So, let’s discuss what makes a venture “fundable.” We list our base criteria for consideration on our website. They were developed over the last 9 years of ACG’s life and experience in the market benefiting from hundreds of successful entrepreneurs, subject matter experts, and venture-style investors.
When you are asking for funding, the first thing to remember is people invest in people in markets they like and understand. If you approach the wrong investor, your venture is not fundable. Make sure you find and carefully review the investor’s criteria before approaching the investor. It will save you a lot of time and effort.
The second question you should ask yourself is: “is this a lifestyle business?” A lifestyle business is defined as a business that can’t scale except by cloning the Founder. In other words, if you run consulting business, then your IP and your ability to scale are directly related to the number of hours you can work. So, the only way to scale the business is to add more humans that mimic you. That means that incremental revenue is directly tied to incremental costs in a nearly linear fashion (i.e. there are no economies of scale). In other words, the business does not generate long term exit returns that justify the investment of a venture investor.
To that end, early stage investors, expect to see businesses that can realistically command a minimum of $15M – $30M in scalable top line revenue in 5 years and have a clear, viable exit plan to qualify for funding. In other words, angels and VC’s only make money when you are acquired (or IPO), which we want to happen within 5 years. We must believe you can reach a sufficient exit value to justify the risk we are taking with the understanding that we will be diluted one to three times by new rounds of capital before exit.
The third concern is the exit multiple of your business, or how your exit value relates to your industry. If exit multiples in your business are 5 – 7x on revenue, such as Software as a Service (SaaS) companies (primarily due to low overhead, proven replicatable sales, and recurring revenue models), then the investor can be more flexible with funding the business and the valuation. However, if you are in a pure service industry where exit multiples rarely break 1.5x on revenue, then we have to be very rigid in our analysis of your venture and post-investment management of the company growth. Which one do you think we choose?
The fourth issue is the point of pain you address in the market. If your product or service is “nice to have,” don’t seek venture investment, especially in tough economic times. Nice-to-haves are the first thing to go, if they were adopted in the first place. However, if you are addressing a clear and demonstrable point of pain in a novel way that creates barriers-to-entry for fast-followers, then you should consider seeking investment.
The fifth issue is whether your venture is simply evolutionary or revolutionary. Professional investors want to invest in companies that don’t compete. By that I mean, they sell products and services based on the value they provide, not on a price point. So, if you have a better mouse trap, don’t seek venture-style funding. It will be a waste of your time. Price points will always be driven down over time. We don’t dispute that. We want to identify the company that will set a new standard in a given industry and remain the market leader. If you have a revolutionary product or service and you can clearly identify a readily adopting market niche for it, then you should consider seeking investment.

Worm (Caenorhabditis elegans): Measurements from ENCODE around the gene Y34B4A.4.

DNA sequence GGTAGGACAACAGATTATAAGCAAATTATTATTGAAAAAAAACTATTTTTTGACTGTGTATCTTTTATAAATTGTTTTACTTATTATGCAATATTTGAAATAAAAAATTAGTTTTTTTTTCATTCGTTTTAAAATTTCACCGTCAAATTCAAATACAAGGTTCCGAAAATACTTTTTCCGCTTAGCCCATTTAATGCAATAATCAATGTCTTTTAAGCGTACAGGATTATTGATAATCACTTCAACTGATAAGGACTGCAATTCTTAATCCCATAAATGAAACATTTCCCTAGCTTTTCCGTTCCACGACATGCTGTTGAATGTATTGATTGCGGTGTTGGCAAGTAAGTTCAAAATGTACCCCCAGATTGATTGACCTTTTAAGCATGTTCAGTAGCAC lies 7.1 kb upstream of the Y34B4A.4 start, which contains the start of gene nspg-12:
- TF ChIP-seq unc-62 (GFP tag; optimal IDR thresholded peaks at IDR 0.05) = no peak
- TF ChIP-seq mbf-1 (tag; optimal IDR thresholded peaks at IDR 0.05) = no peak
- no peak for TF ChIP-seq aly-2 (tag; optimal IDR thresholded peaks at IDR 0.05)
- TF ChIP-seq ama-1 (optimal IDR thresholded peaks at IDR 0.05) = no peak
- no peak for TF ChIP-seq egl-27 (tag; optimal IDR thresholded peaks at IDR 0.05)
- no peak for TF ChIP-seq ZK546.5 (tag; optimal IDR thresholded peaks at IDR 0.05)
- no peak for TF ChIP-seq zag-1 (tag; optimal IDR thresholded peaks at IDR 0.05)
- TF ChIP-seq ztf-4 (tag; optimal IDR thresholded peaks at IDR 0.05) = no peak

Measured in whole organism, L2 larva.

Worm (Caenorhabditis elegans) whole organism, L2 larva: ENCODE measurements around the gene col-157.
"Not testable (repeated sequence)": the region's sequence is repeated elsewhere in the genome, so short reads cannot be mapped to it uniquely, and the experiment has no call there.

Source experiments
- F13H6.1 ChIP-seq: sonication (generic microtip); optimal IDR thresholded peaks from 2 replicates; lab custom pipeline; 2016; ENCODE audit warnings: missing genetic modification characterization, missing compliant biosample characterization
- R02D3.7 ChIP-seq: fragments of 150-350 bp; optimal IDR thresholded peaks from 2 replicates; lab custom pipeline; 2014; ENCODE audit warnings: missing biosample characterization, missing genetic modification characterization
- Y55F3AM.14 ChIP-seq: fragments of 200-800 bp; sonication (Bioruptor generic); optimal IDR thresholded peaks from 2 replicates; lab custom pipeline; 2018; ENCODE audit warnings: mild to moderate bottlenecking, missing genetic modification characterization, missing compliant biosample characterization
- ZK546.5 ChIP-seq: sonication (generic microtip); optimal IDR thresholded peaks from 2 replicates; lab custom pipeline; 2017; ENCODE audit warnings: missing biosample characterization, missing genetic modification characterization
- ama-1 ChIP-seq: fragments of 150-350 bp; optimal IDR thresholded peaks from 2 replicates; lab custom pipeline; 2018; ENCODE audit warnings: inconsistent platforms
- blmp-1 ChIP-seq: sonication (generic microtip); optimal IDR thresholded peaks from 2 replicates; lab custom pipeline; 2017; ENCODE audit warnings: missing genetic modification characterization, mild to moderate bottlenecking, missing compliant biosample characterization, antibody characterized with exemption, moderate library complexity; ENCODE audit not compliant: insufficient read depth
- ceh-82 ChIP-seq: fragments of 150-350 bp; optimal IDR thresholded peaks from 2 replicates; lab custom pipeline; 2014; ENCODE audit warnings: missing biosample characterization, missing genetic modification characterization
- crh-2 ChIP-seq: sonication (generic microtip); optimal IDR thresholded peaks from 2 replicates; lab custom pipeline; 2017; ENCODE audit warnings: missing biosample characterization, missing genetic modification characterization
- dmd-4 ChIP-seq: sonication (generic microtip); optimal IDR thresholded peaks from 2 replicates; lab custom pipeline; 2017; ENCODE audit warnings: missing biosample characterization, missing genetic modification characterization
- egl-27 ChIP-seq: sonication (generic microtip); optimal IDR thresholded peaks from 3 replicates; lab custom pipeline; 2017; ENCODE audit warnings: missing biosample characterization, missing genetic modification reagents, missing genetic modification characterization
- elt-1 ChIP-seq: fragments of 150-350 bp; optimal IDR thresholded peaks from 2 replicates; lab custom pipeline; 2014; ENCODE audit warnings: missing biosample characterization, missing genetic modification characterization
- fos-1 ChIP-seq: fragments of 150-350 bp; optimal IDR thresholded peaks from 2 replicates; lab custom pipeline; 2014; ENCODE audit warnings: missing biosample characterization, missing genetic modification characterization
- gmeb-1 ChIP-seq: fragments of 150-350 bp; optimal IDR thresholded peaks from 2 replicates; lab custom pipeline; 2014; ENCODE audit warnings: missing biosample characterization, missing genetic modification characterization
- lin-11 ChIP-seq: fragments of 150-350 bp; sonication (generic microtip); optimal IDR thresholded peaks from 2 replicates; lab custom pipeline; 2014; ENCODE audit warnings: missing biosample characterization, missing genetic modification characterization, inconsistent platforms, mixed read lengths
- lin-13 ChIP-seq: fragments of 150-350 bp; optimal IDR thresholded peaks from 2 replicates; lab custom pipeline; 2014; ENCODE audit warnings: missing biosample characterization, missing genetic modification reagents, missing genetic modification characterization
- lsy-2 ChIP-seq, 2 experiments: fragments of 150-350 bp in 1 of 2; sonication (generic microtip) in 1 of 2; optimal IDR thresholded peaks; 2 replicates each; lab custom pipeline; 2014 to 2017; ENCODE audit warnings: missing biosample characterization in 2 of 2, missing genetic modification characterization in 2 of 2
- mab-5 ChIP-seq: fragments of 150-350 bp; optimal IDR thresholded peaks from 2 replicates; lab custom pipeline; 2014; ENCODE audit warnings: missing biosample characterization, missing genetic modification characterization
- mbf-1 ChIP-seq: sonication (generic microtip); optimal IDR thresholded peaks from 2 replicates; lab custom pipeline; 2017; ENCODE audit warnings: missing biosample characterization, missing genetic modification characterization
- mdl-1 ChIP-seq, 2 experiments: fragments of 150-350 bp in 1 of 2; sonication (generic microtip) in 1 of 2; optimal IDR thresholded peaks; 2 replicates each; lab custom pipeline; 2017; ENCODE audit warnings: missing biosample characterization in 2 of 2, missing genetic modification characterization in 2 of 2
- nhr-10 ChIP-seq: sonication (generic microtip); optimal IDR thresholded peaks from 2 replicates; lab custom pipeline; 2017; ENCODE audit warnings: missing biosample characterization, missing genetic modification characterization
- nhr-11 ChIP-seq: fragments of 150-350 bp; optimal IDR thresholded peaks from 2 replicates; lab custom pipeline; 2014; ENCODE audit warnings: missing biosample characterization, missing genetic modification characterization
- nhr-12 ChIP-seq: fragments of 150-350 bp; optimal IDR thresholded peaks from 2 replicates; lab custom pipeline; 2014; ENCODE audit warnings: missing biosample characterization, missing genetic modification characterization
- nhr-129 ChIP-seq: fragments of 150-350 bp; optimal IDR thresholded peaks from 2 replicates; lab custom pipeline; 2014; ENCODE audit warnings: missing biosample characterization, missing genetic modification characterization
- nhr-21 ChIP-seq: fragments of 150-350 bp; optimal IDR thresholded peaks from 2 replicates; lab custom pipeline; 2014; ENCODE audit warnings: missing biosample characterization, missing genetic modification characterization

There is nothing wrong with a lifestyle business, but they are not fundable by professional investors. Many are lower risk, but they are lower reward. That is now how our model works. We seek low risk/high reward opportunities, and we are willing to accept higher risk to get the higher rewards. If yours is a lifestyle business, you should spend time seeking friends, family, and partners that know you, trust you, and want to see your business grow while sharing the work load and the success.
Finally, before you spend money and time on preparing all the documents and spending the legal costs required to approach investors, ask yourself a few key questions:
- Is this a high-growth potential business?
- Can I generate enough revenue at a sufficient margin to be attractive to an acquirer?
- Does my industry have an exit multiple sufficient to make me attractive to an investor?
- Am I addressing a clear point of pain and creating hurdles for my competition?
- Is this a new standard for this product/service category or a better mousetrap?
There will always be more great ventures that money to invest in them. How you position your company is critical to being selected in this highly competitive market (we invest in 1% – 2% of all companies that apply to us). If you feel you have what it takes to be a high-growth company, you will have to prove it with a very compelling business plan and financial projections. And, you will have to identify and convey a demonstrable, sustainable competitive advantage in your market. In other words, the companies that get investment have an unfair advantage in their respective markets. Make sure you know your competitive advantage(s) and can articulate it before seeking investors! If it takes more than one sentence to convey, start over.
Copyright Eric L. Dobson 2017
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